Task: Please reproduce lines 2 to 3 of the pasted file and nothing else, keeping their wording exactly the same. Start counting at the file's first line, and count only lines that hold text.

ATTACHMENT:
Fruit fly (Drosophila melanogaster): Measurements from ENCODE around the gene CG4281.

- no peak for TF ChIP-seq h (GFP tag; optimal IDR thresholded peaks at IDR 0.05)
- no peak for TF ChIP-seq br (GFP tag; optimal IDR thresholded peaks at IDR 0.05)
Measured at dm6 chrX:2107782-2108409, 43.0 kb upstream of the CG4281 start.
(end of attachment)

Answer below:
- no peak for TF ChIP-seq h (GFP tag; optimal IDR thresholded peaks at IDR 0.05)
- no peak for TF ChIP-seq br (GFP tag; optimal IDR thresholded peaks at IDR 0.05)